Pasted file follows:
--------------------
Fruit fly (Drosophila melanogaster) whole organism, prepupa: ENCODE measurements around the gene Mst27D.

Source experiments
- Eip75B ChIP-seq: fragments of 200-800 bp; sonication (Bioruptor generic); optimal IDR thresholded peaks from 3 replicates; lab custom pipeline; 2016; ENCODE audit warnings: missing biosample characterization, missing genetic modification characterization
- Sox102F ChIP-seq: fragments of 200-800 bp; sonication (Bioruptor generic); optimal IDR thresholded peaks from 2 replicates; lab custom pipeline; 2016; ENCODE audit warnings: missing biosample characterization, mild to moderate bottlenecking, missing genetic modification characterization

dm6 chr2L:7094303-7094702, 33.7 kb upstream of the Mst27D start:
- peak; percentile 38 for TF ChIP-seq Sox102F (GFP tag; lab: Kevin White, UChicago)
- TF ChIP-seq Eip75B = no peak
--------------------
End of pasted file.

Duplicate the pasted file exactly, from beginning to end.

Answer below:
Fruit fly (Drosophila melanogaster) whole organism, prepupa: ENCODE measurements around the gene Mst27D.

Source experiments
- Eip75B ChIP-seq: fragments of 200-800 bp; sonication (Bioruptor generic); optimal IDR thresholded peaks from 3 replicates; lab custom pipeline; 2016; ENCODE audit warnings: missing biosample characterization, missing genetic modification characterization
- Sox102F ChIP-seq: fragments of 200-800 bp; sonication (Bioruptor generic); optimal IDR thresholded peaks from 2 replicates; lab custom pipeline; 2016; ENCODE audit warnings: missing biosample characterization, mild to moderate bottlenecking, missing genetic modification characterization

dm6 chr2L:7094303-7094702, 33.7 kb upstream of the Mst27D start:
- peak; percentile 38 for TF ChIP-seq Sox102F (GFP tag; lab: Kevin White, UChicago)
- TF ChIP-seq Eip75B = no peak